Yesterday marked two years since Michael Brown was killed by police officer Darren Wilson in Ferguson, Missouri. Since then, “Mike Brown” has become shorthand for the crisis of law enforcement misconduct in communities of color, one name in an ever-growing list of Black victims of police violence. But Brown’s death also exposed another longstanding epidemic, one that is inextricably linked to the problem of racist policing: the criminalization of poverty.
In response to Brown’s shooting, the Department of Justice launched a civil rights investigation into the Ferguson Police Department. It found that Ferguson law enforcement officials were primarily concerned not with public safety, but with “generating revenue.” Officers aggressively enforced minor municipal code provisions like traffic and parking rules, charging fines as a penalty. For those who were unable to pay their fines on time, the municipal court issued arrest warrants and imposed additional fines and fees. In other words, Ferguson was punishing poor people for being poor.
Of course, this practice is not limited to Missouri. But here in Massachusetts we have seen recent progress. Just two days ago in Commonwealth v. Henry, the Supreme Judicial Court ruled unanimously that a judge must consider a criminal defendant’s financial circumstances when ordering her to pay restitution to the victim of her crime. The court recognized that allowing a judge to impose an impossible restitution order on a poor defendant “simply dooms the defendant to noncompliance.” A defendant who cannot afford to pay restitution risks being hauled into court, held in custody, charged warrant fees, or even arrested. As the court noted in its opinion, “Burdening a defendant with these risks by imposing restitution that the defendant will be unable to pay violates the fundamental principle that a criminal defendant should not face additional punishment solely because of his or her poverty.”
The Henry decision comes on the heels of another unanimous ruling affirming in the words of the Court that “our law does not permit the punishment of the homeless simply for being homeless.” David Magadini, a homeless person living in Great Barrington, entered the lobby of a mixed-use private building to avoid freezing to death in the bitter winter cold. In Commonwealth v. Magadini, the SJC held that Magadini was entitled to present a defense of necessity to the jury, recognizing that a homeless person should not be punished for trespassing as a last resort to save his own life. Together, the rulings in Magadini and Henry make a strong statement that the criminalization of poverty should have no legal grounding in Massachusetts.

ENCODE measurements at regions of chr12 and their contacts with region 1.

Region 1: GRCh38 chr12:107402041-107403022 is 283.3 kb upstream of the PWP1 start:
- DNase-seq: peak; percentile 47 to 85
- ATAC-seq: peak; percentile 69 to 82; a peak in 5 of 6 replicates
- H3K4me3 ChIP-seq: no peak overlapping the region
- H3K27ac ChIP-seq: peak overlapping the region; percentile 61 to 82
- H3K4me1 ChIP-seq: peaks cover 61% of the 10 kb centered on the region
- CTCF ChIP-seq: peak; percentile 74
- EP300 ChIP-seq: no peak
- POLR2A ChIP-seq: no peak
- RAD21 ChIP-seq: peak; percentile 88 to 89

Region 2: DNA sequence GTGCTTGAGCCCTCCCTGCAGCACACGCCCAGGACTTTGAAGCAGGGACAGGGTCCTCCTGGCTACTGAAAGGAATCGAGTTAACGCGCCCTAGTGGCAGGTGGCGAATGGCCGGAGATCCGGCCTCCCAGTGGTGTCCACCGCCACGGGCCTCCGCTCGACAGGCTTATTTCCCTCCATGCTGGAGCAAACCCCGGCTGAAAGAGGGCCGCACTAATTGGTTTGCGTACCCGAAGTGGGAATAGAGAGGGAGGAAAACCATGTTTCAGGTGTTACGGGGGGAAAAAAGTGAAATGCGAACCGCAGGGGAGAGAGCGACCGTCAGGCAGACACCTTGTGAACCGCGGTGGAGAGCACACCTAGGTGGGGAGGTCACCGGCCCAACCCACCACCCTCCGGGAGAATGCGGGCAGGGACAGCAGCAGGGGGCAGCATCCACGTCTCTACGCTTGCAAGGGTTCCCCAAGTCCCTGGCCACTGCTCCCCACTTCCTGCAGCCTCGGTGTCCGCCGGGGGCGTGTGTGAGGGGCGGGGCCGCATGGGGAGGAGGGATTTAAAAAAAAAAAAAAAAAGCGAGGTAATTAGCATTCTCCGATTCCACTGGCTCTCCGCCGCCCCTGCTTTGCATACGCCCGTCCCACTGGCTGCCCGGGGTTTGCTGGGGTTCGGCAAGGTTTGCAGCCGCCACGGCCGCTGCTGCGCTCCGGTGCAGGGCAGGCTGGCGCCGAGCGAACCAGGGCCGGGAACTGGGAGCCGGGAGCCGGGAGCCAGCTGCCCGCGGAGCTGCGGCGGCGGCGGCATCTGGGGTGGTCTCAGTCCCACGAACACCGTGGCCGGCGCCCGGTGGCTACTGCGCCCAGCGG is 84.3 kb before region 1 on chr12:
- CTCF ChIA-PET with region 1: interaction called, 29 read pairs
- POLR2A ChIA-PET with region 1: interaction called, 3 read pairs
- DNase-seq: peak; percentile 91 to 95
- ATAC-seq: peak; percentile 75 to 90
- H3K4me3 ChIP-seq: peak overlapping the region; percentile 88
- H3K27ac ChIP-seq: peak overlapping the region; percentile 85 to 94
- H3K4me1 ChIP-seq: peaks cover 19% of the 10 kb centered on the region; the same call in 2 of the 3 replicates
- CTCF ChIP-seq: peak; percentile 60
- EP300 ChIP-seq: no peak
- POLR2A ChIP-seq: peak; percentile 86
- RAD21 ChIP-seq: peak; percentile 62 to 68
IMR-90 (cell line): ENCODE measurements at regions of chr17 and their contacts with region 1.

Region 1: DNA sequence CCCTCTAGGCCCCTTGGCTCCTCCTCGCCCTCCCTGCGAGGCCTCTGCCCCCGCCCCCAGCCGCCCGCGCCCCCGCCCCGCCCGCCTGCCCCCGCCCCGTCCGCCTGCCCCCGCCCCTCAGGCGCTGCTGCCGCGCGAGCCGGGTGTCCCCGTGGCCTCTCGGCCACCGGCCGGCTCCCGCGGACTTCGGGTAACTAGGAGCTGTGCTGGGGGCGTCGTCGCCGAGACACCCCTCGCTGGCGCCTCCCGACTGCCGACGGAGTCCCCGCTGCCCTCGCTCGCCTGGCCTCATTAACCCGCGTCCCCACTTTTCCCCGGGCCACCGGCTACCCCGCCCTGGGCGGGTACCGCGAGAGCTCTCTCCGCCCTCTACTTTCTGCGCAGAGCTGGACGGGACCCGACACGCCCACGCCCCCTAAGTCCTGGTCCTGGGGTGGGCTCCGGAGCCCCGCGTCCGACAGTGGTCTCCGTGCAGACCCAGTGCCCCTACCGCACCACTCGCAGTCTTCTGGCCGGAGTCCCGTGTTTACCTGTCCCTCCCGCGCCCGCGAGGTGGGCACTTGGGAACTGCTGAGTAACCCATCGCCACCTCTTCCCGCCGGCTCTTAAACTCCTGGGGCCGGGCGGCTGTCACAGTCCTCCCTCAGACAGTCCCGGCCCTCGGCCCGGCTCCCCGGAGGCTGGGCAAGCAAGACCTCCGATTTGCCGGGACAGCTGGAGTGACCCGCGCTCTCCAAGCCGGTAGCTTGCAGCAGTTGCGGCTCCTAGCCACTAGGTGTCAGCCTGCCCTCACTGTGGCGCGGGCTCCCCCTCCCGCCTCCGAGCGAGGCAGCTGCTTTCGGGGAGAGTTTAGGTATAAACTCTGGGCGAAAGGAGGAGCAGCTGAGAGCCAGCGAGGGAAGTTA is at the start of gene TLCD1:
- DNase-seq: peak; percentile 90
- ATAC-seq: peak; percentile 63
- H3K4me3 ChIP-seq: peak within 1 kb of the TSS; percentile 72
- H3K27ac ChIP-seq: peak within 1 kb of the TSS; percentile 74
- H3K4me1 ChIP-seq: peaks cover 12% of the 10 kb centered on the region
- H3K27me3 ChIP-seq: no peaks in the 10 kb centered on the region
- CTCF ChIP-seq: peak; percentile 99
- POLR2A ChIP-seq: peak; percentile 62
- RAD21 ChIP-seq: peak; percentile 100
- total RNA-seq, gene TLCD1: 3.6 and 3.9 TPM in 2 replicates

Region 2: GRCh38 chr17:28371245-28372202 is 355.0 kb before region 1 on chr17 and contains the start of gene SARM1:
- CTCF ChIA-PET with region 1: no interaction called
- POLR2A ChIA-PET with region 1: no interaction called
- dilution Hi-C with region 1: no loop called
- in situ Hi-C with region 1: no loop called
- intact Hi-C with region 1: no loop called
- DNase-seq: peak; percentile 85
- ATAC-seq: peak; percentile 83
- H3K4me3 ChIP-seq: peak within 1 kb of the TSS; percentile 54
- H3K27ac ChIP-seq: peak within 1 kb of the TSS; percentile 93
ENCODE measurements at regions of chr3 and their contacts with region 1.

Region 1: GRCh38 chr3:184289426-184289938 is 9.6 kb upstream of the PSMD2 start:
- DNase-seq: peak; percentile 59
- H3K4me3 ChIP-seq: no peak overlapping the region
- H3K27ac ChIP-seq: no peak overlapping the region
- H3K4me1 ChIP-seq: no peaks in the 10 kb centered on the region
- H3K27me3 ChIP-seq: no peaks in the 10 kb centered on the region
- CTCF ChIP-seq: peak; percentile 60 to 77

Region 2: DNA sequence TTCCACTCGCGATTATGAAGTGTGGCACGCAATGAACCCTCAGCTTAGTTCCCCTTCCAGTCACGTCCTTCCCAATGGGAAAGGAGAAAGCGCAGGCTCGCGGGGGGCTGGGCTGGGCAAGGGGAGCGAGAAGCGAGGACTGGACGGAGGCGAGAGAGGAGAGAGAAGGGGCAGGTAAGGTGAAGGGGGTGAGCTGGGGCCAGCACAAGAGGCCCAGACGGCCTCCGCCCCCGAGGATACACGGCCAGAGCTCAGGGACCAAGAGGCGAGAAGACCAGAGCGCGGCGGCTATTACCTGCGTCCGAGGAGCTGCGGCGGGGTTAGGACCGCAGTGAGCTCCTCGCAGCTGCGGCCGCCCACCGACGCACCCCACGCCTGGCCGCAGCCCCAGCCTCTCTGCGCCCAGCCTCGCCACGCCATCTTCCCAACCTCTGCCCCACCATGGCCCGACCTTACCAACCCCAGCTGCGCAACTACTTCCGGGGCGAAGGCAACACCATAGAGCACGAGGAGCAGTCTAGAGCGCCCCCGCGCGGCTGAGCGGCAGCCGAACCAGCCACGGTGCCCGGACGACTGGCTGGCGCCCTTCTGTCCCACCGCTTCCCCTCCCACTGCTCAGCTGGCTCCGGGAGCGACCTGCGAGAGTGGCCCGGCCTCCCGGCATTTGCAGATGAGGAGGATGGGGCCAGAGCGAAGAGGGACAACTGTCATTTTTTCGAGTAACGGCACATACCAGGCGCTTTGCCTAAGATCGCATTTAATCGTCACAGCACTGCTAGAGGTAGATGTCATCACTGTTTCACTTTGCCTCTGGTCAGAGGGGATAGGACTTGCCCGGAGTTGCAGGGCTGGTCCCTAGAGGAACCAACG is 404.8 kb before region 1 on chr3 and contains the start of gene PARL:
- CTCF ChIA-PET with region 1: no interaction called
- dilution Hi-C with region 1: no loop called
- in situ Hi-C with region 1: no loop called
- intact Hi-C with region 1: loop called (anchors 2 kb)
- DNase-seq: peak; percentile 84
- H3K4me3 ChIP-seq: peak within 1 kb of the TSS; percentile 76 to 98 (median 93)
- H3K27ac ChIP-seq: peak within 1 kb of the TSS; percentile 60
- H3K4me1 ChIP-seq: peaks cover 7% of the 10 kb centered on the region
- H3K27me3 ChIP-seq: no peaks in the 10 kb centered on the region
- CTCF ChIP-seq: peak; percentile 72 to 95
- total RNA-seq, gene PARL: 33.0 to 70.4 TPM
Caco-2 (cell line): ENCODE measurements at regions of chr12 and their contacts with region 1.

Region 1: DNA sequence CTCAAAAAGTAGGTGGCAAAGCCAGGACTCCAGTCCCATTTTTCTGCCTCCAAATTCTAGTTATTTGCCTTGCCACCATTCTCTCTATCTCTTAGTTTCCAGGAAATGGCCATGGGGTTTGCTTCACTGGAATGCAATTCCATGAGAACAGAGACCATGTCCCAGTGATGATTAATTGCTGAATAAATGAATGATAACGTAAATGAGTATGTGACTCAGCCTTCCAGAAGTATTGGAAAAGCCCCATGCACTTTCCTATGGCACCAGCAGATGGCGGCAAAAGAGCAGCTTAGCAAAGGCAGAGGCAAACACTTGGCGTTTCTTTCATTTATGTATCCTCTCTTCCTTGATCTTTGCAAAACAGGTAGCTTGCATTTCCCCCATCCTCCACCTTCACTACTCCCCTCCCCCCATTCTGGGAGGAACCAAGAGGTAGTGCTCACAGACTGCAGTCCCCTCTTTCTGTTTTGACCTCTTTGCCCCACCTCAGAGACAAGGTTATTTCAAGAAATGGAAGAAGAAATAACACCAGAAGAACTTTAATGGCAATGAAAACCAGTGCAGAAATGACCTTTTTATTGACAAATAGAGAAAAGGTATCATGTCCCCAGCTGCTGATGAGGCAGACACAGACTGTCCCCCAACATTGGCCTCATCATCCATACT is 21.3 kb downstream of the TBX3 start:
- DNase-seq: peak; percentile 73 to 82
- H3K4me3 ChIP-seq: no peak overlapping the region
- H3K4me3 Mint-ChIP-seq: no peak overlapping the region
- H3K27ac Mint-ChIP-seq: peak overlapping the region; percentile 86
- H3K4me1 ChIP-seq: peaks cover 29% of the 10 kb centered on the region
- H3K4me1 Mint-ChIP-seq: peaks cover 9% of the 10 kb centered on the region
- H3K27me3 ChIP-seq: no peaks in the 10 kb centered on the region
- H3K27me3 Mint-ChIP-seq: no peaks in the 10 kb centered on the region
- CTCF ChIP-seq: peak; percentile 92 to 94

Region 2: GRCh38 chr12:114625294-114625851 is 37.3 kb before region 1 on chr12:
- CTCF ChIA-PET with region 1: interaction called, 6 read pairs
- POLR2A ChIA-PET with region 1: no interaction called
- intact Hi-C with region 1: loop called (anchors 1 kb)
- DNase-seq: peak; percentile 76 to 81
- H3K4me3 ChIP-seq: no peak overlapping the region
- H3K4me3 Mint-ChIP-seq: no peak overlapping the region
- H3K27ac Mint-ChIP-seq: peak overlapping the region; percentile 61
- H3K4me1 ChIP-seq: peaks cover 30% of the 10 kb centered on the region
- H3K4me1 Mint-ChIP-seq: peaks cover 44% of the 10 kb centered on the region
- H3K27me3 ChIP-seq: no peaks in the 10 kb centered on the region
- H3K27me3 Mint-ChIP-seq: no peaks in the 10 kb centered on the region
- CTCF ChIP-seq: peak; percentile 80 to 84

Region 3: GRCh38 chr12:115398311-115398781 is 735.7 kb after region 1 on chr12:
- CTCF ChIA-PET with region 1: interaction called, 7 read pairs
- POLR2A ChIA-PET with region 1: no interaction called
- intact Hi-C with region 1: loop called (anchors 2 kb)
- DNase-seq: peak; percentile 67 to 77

While this progress is heartening, we still have a long way to go to ensure that being poor is not a punishable offense in the Commonwealth. Just last week, the Committee for Public Counsel Services and Equal Justice Under Law filed a challenge to the practice of jailing defendants—before they have even been tried for, much less convicted of, a crime—because they cannot pay bail. As the petition points out, “Although th[e] basic rule [that no one can be jailed for being poor] has long been a pillar of our legal system, it is overlooked as a matter of daily practice in courtrooms and jails throughout the Commonwealth.”
Massachusetts must continue to take a stand against the criminalization of poverty. When money is a condition for freedom, when a failure to pay a fee results in an arrest warrant, when surviving on the streets is a crime, police involvement in people’s lives becomes routine. Mike Brown’s death is a tragic reminder of the consequences of a law enforcement system that protects and serves its own interests rather than the interests of the people.
Hallie Pope was a legal fellow for the ACLU of Massachusetts.